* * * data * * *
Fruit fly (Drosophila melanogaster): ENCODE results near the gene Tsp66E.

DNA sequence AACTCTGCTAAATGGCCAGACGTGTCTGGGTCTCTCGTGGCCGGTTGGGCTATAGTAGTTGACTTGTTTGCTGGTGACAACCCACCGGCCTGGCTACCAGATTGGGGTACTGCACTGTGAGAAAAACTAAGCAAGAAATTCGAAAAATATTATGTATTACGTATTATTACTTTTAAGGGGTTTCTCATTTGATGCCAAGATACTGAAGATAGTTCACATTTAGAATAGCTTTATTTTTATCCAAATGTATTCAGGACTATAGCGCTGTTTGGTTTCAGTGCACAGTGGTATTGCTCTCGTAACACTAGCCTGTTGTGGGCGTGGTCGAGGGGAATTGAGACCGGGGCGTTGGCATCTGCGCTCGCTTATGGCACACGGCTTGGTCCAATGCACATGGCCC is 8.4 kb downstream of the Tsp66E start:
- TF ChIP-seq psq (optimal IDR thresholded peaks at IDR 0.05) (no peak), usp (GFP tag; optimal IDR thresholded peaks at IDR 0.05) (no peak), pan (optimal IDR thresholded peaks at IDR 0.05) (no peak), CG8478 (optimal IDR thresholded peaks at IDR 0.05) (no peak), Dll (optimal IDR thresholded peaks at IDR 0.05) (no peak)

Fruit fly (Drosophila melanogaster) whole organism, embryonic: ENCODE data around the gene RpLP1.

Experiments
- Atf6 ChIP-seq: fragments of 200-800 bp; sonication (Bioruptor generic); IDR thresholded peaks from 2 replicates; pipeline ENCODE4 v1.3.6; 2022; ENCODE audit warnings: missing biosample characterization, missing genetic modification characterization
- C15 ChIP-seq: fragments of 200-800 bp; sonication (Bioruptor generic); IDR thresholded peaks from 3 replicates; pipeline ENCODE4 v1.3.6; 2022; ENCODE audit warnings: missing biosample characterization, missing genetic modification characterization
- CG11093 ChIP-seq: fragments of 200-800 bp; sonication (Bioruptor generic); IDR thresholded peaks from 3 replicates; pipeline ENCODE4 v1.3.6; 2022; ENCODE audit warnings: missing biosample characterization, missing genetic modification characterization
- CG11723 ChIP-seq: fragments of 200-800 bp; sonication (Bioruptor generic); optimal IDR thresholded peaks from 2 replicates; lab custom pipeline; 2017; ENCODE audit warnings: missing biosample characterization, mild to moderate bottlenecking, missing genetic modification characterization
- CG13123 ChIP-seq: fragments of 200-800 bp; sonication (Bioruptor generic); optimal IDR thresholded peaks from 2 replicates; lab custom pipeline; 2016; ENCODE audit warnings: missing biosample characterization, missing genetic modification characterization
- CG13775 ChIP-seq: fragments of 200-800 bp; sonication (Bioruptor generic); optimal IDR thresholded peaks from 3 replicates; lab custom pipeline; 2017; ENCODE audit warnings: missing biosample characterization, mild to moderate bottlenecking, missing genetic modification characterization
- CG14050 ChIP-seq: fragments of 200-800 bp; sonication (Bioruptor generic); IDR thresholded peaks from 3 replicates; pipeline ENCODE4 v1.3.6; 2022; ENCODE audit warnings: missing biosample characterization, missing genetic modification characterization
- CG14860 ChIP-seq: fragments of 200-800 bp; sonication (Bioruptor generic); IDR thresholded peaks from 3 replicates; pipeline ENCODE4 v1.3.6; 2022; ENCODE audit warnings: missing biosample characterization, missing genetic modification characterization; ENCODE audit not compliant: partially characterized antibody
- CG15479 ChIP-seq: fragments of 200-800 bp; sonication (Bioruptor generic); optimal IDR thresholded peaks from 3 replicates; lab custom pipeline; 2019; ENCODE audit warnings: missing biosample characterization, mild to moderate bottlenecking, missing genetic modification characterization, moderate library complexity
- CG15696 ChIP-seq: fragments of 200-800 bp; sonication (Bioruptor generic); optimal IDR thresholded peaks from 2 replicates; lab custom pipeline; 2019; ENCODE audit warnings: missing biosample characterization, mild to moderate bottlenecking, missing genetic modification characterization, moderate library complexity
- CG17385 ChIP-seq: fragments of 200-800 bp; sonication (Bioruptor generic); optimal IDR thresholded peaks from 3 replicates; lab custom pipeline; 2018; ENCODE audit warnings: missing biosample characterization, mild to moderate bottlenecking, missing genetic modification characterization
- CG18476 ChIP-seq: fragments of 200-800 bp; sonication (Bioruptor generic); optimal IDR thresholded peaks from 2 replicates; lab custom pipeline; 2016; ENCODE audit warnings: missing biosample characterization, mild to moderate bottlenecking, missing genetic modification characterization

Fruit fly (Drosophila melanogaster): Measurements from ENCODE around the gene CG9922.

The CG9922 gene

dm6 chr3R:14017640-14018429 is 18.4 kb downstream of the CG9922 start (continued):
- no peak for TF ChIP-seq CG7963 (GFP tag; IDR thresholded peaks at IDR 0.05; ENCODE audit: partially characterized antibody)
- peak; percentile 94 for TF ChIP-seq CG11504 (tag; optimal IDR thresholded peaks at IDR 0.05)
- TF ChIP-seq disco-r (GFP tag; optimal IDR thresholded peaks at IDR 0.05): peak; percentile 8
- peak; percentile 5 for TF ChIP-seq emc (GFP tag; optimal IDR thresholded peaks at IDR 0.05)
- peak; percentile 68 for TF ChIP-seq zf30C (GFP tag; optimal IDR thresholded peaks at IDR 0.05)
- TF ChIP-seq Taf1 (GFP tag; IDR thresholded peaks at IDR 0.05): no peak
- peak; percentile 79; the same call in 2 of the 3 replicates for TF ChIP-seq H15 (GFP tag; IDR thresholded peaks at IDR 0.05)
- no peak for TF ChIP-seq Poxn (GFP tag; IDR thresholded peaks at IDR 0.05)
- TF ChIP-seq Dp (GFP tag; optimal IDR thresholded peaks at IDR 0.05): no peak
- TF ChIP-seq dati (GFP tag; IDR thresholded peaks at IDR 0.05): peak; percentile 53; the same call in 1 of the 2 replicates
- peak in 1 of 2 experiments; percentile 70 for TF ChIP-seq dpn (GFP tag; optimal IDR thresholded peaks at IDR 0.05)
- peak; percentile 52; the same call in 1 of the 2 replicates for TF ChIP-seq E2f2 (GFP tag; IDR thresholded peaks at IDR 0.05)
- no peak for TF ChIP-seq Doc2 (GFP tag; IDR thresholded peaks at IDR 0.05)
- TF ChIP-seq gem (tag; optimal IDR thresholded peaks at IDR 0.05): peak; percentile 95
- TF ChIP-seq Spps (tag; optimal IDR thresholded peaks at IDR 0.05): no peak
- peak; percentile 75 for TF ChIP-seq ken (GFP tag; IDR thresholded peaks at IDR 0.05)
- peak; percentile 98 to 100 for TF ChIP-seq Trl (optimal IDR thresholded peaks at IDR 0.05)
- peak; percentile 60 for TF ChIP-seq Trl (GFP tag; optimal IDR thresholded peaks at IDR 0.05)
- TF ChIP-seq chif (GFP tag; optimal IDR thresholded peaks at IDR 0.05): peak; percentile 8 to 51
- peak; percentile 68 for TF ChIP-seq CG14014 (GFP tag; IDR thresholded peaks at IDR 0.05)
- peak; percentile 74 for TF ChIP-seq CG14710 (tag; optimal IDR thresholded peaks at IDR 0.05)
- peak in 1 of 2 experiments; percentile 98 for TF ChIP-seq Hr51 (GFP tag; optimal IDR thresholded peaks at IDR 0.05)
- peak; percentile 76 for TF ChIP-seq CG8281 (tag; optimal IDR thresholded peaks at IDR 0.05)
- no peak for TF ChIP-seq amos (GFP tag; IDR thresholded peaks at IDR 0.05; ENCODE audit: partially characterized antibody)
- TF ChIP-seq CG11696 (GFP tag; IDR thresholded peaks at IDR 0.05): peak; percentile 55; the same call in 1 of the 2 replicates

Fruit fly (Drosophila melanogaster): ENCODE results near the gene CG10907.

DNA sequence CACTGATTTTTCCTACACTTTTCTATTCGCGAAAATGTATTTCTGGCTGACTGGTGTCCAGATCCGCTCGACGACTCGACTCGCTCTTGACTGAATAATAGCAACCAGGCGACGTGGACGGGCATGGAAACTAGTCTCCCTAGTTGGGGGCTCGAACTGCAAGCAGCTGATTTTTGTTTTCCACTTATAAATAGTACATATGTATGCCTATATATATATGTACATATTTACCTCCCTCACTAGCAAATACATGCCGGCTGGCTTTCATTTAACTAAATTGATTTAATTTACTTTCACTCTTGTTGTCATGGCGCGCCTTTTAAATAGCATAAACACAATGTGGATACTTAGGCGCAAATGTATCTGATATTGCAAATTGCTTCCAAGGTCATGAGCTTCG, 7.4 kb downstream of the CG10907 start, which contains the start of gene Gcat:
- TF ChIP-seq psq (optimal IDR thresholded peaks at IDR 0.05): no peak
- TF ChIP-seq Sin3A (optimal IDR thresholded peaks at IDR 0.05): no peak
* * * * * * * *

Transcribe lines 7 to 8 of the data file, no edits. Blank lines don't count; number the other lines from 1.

- C15 ChIP-seq: fragments of 200-800 bp; sonication (Bioruptor generic); IDR thresholded peaks from 3 replicates; pipeline ENCODE4 v1.3.6; 2022; ENCODE audit warnings: missing biosample characterization, missing genetic modification characterization
- CG11093 ChIP-seq: fragments of 200-800 bp; sonication (Bioruptor generic); IDR thresholded peaks from 3 replicates; pipeline ENCODE4 v1.3.6; 2022; ENCODE audit warnings: missing biosample characterization, missing genetic modification characterization